Many congregations unknowingly sing the last stanza each Sunday by Thomas Ken (1637-1710). What numerous congregations commonly call “The Doxology” (“Praise God from whom all blessings flow…”) is actually the final stanza of Ken’s hymn, All Praise to Thee, My God, This Night. A native of Hertfordshire, England, Ken was orphaned at age 9 and raised as the ward of Izaak Walton, the husband of his sister, Ann. After his education at Winchester College and Hart Hall, Oxford, he became a fellow of New College in 1657, where he earned his bachelor’s and master’s degrees. Ken was ordained in 1662 and was rector of Little Easton. Ken was among the bishops imprisoned in the Tower of London for refusing to sign James II’s 1687 “Declaration of Indulgence.” The author of many hymns, Ken wrote three hymns that framed the day—morning, evening and midnight. The two that are still in common use are “Awake my soul, and with the sun” and “All praise to thee, my God, this night.” All three hymns conclude with his famous “doxology” stanza1.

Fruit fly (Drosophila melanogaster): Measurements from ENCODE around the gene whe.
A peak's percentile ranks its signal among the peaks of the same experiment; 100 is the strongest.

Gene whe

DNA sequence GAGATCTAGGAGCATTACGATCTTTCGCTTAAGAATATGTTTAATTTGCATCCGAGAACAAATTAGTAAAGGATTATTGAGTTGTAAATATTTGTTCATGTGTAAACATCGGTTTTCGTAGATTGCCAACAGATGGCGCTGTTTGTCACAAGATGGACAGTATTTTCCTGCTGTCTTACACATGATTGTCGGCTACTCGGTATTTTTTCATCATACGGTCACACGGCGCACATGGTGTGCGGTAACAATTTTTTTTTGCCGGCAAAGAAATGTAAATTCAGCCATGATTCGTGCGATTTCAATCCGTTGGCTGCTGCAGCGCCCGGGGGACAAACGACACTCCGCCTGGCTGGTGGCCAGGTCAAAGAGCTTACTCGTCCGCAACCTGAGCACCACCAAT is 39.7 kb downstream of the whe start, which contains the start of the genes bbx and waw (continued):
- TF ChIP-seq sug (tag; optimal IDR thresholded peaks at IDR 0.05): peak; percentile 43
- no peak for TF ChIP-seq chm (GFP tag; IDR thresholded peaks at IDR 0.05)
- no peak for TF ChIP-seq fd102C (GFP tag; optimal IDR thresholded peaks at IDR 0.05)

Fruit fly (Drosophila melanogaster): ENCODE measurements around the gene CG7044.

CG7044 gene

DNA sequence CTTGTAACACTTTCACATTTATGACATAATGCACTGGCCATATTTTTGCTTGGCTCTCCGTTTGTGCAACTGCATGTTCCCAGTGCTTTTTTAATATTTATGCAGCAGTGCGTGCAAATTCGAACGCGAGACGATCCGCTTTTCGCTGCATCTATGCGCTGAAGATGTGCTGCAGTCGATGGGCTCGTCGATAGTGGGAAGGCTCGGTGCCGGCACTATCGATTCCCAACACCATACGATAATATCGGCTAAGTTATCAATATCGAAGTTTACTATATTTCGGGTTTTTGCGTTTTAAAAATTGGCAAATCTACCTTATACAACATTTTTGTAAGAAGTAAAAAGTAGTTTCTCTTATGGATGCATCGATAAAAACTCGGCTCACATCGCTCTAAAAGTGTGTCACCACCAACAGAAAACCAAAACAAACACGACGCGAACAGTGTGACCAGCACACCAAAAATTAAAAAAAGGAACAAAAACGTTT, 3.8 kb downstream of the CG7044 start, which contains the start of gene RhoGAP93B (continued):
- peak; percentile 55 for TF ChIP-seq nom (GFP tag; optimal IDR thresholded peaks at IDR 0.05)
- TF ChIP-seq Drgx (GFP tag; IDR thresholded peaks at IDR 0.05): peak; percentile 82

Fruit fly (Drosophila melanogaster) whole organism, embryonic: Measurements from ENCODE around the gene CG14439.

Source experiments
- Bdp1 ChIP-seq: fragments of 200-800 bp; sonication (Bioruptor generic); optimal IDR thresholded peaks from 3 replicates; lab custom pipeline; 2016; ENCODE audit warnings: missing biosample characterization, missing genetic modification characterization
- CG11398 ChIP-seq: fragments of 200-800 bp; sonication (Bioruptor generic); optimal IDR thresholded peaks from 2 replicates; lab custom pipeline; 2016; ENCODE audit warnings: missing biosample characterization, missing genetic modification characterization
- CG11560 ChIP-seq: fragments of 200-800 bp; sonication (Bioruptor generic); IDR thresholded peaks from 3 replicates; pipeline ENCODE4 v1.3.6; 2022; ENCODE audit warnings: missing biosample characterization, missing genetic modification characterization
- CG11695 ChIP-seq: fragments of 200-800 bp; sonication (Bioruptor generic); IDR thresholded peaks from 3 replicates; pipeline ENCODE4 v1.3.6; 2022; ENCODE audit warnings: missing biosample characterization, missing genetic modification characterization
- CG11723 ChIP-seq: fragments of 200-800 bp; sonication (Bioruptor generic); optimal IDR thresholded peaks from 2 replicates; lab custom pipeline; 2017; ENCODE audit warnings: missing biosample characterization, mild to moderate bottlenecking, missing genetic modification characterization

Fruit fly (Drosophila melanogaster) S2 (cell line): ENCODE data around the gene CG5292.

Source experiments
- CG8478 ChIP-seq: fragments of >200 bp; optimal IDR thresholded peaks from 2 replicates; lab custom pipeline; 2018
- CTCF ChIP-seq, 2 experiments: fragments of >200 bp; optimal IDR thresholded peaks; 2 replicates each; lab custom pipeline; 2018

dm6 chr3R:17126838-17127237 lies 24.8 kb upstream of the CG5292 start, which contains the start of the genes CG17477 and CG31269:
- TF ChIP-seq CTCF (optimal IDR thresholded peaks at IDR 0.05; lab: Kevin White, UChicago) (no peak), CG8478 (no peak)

All praise to Thee, my God, this night,
For all the blessings of the light!
Keep me, O keep me, King of kings,
Beneath Thine own almighty wings.
Forgive me, Lord, for Thy dear Son,
The ill that I this day have done,
That with the world, myself, and Thee,
I, ere I sleep, at peace may be.
O may my soul on Thee repose,
And with sweet sleep mine eyelids close,
Sleep that may me more vigorous make
To serve my God when I awake
Teach me to live, that I may dread
The grave as little as my bed.
Teach me to die, that so I may
Rise glorious at the judgment day.
Praise God, from Whom all blessings flow;
Praise Him, all creatures here below;
Praise Him above, ye heavenly host;
Praise Father, Son, and Holy Ghost.